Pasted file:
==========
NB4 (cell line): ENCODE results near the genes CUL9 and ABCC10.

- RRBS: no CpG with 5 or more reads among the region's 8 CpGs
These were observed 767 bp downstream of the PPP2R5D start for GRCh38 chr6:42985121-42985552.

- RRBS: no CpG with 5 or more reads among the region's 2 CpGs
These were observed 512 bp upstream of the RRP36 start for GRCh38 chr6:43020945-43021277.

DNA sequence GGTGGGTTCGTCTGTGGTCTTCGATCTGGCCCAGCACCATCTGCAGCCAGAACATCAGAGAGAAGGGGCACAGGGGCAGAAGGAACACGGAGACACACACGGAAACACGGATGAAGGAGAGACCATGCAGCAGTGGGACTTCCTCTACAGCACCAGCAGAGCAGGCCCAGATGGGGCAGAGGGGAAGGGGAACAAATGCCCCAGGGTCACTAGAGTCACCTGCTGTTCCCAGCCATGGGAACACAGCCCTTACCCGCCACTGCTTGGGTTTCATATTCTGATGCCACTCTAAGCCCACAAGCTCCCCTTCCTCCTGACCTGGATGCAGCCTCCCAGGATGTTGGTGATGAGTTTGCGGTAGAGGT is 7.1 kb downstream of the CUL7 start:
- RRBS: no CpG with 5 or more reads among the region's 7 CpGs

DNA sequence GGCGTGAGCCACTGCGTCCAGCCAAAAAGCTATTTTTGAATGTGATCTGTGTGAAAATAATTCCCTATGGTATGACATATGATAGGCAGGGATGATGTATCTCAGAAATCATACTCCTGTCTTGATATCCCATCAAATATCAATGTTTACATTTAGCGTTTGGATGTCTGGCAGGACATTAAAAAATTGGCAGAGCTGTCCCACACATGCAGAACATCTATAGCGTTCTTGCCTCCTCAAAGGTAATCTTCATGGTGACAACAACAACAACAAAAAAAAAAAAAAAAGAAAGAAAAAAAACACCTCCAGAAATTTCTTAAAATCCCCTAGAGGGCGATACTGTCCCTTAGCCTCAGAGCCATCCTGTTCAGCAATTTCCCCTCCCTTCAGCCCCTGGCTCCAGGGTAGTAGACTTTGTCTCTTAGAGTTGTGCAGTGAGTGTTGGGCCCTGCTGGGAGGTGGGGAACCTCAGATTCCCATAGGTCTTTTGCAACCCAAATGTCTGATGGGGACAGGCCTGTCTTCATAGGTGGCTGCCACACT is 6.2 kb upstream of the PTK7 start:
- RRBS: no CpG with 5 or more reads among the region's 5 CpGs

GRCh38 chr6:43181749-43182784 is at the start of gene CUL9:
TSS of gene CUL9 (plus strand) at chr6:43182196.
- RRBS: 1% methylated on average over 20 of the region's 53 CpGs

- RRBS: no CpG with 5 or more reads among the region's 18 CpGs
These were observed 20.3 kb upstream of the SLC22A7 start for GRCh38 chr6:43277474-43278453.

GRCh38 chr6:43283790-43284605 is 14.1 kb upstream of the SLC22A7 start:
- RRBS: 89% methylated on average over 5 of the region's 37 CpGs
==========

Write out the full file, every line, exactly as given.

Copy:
NB4 (cell line): ENCODE results near the genes CUL9 and ABCC10.

- RRBS: no CpG with 5 or more reads among the region's 8 CpGs
These were observed 767 bp downstream of the PPP2R5D start for GRCh38 chr6:42985121-42985552.

- RRBS: no CpG with 5 or more reads among the region's 2 CpGs
These were observed 512 bp upstream of the RRP36 start for GRCh38 chr6:43020945-43021277.

DNA sequence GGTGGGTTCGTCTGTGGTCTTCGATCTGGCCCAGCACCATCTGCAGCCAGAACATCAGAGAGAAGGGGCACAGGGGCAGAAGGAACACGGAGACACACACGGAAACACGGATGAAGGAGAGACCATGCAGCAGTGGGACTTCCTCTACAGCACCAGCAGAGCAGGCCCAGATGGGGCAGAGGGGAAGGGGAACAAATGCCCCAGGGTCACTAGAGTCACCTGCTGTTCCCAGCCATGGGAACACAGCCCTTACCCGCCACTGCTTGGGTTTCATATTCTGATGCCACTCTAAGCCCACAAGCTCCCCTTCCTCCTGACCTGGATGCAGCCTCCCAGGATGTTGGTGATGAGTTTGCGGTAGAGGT is 7.1 kb downstream of the CUL7 start:
- RRBS: no CpG with 5 or more reads among the region's 7 CpGs

DNA sequence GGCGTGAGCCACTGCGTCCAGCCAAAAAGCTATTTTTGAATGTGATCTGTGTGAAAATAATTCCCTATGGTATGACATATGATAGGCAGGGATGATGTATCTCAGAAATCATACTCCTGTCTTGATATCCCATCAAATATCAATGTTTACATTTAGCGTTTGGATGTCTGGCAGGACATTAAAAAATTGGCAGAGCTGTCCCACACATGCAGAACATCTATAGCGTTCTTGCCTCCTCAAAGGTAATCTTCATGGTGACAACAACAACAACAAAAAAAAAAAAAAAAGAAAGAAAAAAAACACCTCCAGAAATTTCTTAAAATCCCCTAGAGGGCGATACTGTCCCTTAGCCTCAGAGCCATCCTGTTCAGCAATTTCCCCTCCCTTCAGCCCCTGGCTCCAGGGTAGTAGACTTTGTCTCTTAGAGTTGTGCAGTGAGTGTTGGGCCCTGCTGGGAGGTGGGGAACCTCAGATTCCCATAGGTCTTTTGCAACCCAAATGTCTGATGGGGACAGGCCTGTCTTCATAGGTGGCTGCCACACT is 6.2 kb upstream of the PTK7 start:
- RRBS: no CpG with 5 or more reads among the region's 5 CpGs

GRCh38 chr6:43181749-43182784 is at the start of gene CUL9:
TSS of gene CUL9 (plus strand) at chr6:43182196.
- RRBS: 1% methylated on average over 20 of the region's 53 CpGs

- RRBS: no CpG with 5 or more reads among the region's 18 CpGs
These were observed 20.3 kb upstream of the SLC22A7 start for GRCh38 chr6:43277474-43278453.

GRCh38 chr6:43283790-43284605 is 14.1 kb upstream of the SLC22A7 start:
- RRBS: 89% methylated on average over 5 of the region's 37 CpGs